The average household with payday loans has about three going at once, at a combined value of almost $2900 – a rise of 356% since 2018, according to Digital Finance Analytics. The firm found that single mothers are the most likely to have several payday loans at once, which are often used for household expenses such as food, health care, children's needs or bills. Annual interest rates for payday loans can vary anywhere between 112% and 408%.
The average household with payday loans has about three going at once, at a combined value of almost $2900 – a rise of 356% since 2018
The 5% fee charged by Beforepay and MyPayNow looks appealing by comparison. But if you use these services frequently, they come at a high cost. If you get a $300 advance every fortnight, the fees would add up to $390 a year.
Even when used less regularly, as Abourizk points out, the result remains that people "end up with less of their salary in their pocket".
A 2019 Senate inquiry report on credit and hardship noted the aggressive marketing of payday loans, which channel people towards using them "instead of more suitable alternatives such as financial counselling or low-interest loan schemes". Wage advance companies are following suit, promoting themselves heavily through online, outdoor and radio ad campaigns, and with cash giveaways.
Like the websites of many online payday lenders, MyPayNow features a blog that appears to target young adults. Finance tips are interspersed with promotional spiels about its wage advance service, with posts such as 'Budgeting tips for moving out of home – without emptying your savings' and 'Finance apps to take back control'.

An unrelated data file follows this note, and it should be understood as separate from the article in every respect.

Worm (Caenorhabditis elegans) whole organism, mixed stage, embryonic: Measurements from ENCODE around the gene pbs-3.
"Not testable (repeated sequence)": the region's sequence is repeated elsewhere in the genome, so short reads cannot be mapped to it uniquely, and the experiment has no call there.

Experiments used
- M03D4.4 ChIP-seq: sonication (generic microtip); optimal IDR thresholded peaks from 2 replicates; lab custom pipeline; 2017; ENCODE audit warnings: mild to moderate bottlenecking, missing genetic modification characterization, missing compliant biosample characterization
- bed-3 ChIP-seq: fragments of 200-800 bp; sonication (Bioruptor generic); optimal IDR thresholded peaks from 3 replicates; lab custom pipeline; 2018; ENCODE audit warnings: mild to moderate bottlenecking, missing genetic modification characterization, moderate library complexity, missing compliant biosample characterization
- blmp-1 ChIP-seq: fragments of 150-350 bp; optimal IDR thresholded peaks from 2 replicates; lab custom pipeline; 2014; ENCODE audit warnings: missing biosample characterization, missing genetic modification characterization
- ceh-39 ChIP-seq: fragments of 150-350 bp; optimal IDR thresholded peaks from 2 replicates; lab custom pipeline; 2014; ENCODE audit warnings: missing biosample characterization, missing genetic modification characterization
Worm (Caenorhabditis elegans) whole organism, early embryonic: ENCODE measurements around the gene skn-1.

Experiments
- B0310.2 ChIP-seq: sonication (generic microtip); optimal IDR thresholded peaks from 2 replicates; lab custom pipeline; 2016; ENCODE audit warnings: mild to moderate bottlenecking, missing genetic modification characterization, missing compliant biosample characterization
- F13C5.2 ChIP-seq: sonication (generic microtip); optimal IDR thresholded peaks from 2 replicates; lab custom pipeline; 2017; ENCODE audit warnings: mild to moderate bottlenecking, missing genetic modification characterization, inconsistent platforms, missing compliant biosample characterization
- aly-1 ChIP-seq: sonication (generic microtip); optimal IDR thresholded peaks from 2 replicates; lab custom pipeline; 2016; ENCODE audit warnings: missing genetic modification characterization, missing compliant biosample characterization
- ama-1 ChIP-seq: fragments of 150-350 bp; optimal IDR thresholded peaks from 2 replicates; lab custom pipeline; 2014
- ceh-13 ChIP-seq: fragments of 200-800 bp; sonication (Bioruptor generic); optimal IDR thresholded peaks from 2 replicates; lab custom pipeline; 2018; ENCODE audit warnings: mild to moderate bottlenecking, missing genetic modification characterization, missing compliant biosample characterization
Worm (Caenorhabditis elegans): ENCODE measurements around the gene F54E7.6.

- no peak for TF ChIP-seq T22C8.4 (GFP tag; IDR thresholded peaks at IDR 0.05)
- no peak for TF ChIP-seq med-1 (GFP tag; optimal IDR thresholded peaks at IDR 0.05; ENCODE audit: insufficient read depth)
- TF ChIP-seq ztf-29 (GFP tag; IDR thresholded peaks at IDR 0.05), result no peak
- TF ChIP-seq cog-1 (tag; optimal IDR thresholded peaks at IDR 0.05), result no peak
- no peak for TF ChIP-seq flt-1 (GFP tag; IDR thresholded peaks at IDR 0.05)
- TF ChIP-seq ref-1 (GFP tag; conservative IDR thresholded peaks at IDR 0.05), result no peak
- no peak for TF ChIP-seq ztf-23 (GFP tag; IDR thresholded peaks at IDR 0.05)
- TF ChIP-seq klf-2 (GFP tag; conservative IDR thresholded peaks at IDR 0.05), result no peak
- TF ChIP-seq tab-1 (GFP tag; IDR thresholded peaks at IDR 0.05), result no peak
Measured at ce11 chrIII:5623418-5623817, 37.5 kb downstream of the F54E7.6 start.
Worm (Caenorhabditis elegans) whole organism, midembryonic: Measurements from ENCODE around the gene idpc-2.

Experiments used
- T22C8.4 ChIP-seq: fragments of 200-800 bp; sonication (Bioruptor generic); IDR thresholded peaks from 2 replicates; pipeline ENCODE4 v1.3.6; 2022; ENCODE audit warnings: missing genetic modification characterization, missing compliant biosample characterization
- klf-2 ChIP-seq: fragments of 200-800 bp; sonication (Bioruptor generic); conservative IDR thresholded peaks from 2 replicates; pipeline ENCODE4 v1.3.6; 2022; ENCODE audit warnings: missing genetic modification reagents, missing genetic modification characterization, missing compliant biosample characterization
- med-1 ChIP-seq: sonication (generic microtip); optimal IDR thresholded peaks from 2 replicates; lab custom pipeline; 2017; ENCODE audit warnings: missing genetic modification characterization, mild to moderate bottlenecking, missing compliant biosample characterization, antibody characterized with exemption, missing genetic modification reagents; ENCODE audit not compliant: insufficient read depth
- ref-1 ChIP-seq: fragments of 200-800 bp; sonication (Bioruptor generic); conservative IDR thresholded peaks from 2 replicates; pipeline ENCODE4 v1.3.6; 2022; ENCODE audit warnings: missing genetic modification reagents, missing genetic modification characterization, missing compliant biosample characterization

The average household with payday loans has about three going at once, at a combined value of $2900 – a rise of 356% since 2018.
The fintech portrays itself as a trusted ally ("Think of us like a supportive Aunt or Uncle – we'll never judge, and we've always got your back if you find yourself in a sticky money situation"), and not a credit product. "There is a compelling new solution for those who need access to short term cash but don't want to borrow money," it said on its blog. "Access your earned wages."
In a comment piece for The Australian at the end of last year, Tarek Ayoub, the CEO and co-founder of Beforepay, said people "should be able to access their pay when they need it".
He cites a report by Ipsos and MLC that found 46 percent of Australians don't have the money to cover unforeseen costs. "Consider the stress and anxiety that can crop up when an unexpected bill lands or when bank balances dip towards the end of the fortnight," Ayoub writes.
Nowhere does the marketing mention financial counselling, hardship provisions or the government-backed no interest loan scheme, which are all free